In five years, many things around the Town have come and gone.
Most of those things have been forgotten, or have become less important, but that is not the case with the memory of Steven Jones – who was tragically murdered off of Medford Street five years ago on Monday, May 7, while passing by and intervening to break up a fight.
His killer has been sentenced and is jail. Few remember his name.
But the name and memory that the Town still keeps alive is that of Jones, and that was no more apparent than on Monday when about 100 or more friends and family came together at Eden Street Park to mark the fifth year of his death with a balloon launch.
In fact, his memory still remains so strong in the Town that some of the black and red and gold balloons refused to leave Eden Street following their release – hanging out in the trees for several minutes before floating up into the sky with the rest of them.
The event was coordinated by The Charlestown Coalition’s Turn It Around group (where Jones was the first member), by family, by friends, and especially by his mother – who said she has moved from grieving to celebrating the life of her only son, who would be 26 this year.
“His friends, his family, they all came here today,” said Jones’s mother, Susan Rawlinson. “They’re all here, and that means something. It means a lot we have all these people here to remember Steven because sometimes as time goes by people move on. His friends and family and the people of this Town continue to show up. They’re still showing up five years later. This year, I’m in a different place with my grieving. This year, it’s more of a celebration and a way to go forward. Instead of being so sad and just getting by every day, I’m like Alicia Keys now, I’m on fire.”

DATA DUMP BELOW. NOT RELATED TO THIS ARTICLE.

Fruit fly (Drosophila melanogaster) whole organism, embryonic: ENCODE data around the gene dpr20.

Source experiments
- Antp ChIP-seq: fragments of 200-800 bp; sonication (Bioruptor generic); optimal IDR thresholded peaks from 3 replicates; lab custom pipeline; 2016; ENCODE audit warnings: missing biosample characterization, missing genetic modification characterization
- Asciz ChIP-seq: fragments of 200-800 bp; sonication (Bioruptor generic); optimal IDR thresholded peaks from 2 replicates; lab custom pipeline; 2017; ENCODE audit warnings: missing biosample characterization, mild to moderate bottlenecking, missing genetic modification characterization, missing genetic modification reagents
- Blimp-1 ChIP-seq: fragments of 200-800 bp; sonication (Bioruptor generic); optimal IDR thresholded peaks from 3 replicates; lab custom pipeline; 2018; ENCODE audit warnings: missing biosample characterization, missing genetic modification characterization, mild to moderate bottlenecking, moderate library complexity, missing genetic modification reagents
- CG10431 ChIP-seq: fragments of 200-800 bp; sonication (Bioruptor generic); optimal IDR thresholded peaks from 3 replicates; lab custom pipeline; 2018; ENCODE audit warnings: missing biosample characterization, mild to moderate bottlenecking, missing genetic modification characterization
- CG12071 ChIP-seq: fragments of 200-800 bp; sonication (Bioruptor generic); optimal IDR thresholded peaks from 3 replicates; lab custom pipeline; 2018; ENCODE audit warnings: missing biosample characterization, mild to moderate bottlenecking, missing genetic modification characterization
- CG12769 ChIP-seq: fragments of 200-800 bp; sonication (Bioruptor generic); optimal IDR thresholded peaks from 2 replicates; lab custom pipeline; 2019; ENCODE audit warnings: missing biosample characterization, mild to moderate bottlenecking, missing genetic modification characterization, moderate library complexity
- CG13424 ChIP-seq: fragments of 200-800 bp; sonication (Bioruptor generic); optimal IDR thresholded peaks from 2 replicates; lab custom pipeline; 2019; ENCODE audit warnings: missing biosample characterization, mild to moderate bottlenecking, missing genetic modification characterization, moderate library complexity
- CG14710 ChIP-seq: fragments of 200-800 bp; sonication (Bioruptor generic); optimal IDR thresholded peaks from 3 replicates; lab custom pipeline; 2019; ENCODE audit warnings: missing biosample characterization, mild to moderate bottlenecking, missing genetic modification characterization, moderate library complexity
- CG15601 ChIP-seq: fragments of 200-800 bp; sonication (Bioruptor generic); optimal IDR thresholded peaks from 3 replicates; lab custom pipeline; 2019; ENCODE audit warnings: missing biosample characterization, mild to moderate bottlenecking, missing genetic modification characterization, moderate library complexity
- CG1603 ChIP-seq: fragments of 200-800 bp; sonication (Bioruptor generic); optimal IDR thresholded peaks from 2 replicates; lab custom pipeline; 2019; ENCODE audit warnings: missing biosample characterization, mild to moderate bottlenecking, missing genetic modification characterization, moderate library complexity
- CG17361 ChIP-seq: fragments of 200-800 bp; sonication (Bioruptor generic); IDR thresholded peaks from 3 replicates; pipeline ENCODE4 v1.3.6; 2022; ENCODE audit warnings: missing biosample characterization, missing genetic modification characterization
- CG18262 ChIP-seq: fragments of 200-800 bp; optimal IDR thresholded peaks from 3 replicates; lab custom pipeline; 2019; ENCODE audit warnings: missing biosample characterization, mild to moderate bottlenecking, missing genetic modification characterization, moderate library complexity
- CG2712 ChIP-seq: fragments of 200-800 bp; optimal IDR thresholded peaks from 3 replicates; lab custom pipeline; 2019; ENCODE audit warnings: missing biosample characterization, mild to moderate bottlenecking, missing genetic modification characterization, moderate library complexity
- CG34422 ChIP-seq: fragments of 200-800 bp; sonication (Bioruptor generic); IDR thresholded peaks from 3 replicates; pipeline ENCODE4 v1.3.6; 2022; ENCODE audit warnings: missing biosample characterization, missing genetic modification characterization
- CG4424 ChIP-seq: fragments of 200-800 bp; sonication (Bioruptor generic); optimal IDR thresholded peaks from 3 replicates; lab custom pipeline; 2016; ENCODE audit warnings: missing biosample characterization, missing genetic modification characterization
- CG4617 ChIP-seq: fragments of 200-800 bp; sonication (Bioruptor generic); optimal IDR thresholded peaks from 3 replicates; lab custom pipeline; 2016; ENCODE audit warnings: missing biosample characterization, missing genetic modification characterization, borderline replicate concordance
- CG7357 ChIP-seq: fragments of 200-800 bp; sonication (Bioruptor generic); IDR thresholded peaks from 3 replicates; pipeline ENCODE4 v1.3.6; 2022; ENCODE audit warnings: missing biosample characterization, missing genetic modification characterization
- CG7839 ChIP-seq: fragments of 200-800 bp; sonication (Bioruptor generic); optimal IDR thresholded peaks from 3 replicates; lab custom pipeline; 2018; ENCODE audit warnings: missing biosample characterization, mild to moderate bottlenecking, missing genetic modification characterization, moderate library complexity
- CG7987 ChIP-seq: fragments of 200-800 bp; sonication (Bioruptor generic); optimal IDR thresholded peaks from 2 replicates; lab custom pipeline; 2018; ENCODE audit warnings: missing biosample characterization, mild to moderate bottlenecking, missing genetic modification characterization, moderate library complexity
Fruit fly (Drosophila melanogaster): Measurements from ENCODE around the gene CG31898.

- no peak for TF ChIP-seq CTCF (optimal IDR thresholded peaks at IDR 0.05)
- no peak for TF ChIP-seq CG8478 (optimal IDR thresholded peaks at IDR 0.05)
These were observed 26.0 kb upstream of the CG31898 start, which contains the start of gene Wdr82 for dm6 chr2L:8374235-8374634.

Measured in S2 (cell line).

Friend Elaine Donovan spoke at the memorial, and said the community should be commended for not going away, but staying by Rawlinson’s side throughout the last five years.
“On that night, I found myself in a place I never thought I would be,” she said. “I never thought I would be in that situation…This Town never forgot. This is a celebration of Steven’s life.”
Rawlinson said she is moving forward now by doing good things that Jones would have wanted to do were he still alive.
Having worked on addiction and homelessness outreach, Rawlinson said sometimes she would take Jones along with her on outreach trips when he was older. She said she recalls one time when he really reached out. It’s something she wants to find a way to continue in his memory.
“You never know if they’re watching you or what they think of what you’re doing,” she said. “But I remember one night, he reached under the tarp to put a hand out to help one homeless woman. It was on his heart. He asked if he could get her some food or drive her to the shelter. He wanted to help her, and I remember that distinctly. I want to do something to carry that on for him.”
Jones also had a bench painted and dedicated to him in Eden Street Park, at the corner of Main Street. His #44 Pop Warner number inscribed on it, and the memory of his love of lacrosse.
Like the balloons in the trees on Monday, it’s apparent that Jones’s memory hasn’t easily dislodged from the Town.